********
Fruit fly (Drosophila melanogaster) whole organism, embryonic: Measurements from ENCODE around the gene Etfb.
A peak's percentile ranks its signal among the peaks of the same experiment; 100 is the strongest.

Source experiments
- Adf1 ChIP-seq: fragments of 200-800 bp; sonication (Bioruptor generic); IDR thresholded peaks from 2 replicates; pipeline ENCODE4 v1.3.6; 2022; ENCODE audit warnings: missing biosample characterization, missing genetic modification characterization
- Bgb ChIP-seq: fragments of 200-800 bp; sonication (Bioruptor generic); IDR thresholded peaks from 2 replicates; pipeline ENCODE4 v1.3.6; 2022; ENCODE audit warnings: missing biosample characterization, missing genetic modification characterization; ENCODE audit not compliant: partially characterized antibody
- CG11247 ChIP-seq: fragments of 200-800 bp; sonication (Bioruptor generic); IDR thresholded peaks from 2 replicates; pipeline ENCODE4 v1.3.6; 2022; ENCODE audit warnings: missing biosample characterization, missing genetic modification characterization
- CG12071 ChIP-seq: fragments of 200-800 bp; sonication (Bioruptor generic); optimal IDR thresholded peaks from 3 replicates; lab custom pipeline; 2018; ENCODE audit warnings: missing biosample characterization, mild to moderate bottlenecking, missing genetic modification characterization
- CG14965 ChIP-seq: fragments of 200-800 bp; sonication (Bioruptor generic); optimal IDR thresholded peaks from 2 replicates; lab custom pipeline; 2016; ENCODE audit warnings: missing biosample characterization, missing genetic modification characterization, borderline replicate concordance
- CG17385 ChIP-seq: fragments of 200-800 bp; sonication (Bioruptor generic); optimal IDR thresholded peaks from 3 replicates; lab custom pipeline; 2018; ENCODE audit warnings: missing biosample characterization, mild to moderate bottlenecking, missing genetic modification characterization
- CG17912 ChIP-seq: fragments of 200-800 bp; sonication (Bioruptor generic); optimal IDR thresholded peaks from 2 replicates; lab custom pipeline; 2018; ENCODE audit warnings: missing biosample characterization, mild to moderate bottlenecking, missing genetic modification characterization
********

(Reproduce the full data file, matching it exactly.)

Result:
Fruit fly (Drosophila melanogaster) whole organism, embryonic: Measurements from ENCODE around the gene Etfb.
A peak's percentile ranks its signal among the peaks of the same experiment; 100 is the strongest.

Source experiments
- Adf1 ChIP-seq: fragments of 200-800 bp; sonication (Bioruptor generic); IDR thresholded peaks from 2 replicates; pipeline ENCODE4 v1.3.6; 2022; ENCODE audit warnings: missing biosample characterization, missing genetic modification characterization
- Bgb ChIP-seq: fragments of 200-800 bp; sonication (Bioruptor generic); IDR thresholded peaks from 2 replicates; pipeline ENCODE4 v1.3.6; 2022; ENCODE audit warnings: missing biosample characterization, missing genetic modification characterization; ENCODE audit not compliant: partially characterized antibody
- CG11247 ChIP-seq: fragments of 200-800 bp; sonication (Bioruptor generic); IDR thresholded peaks from 2 replicates; pipeline ENCODE4 v1.3.6; 2022; ENCODE audit warnings: missing biosample characterization, missing genetic modification characterization
- CG12071 ChIP-seq: fragments of 200-800 bp; sonication (Bioruptor generic); optimal IDR thresholded peaks from 3 replicates; lab custom pipeline; 2018; ENCODE audit warnings: missing biosample characterization, mild to moderate bottlenecking, missing genetic modification characterization
- CG14965 ChIP-seq: fragments of 200-800 bp; sonication (Bioruptor generic); optimal IDR thresholded peaks from 2 replicates; lab custom pipeline; 2016; ENCODE audit warnings: missing biosample characterization, missing genetic modification characterization, borderline replicate concordance
- CG17385 ChIP-seq: fragments of 200-800 bp; sonication (Bioruptor generic); optimal IDR thresholded peaks from 3 replicates; lab custom pipeline; 2018; ENCODE audit warnings: missing biosample characterization, mild to moderate bottlenecking, missing genetic modification characterization
- CG17912 ChIP-seq: fragments of 200-800 bp; sonication (Bioruptor generic); optimal IDR thresholded peaks from 2 replicates; lab custom pipeline; 2018; ENCODE audit warnings: missing biosample characterization, mild to moderate bottlenecking, missing genetic modification characterization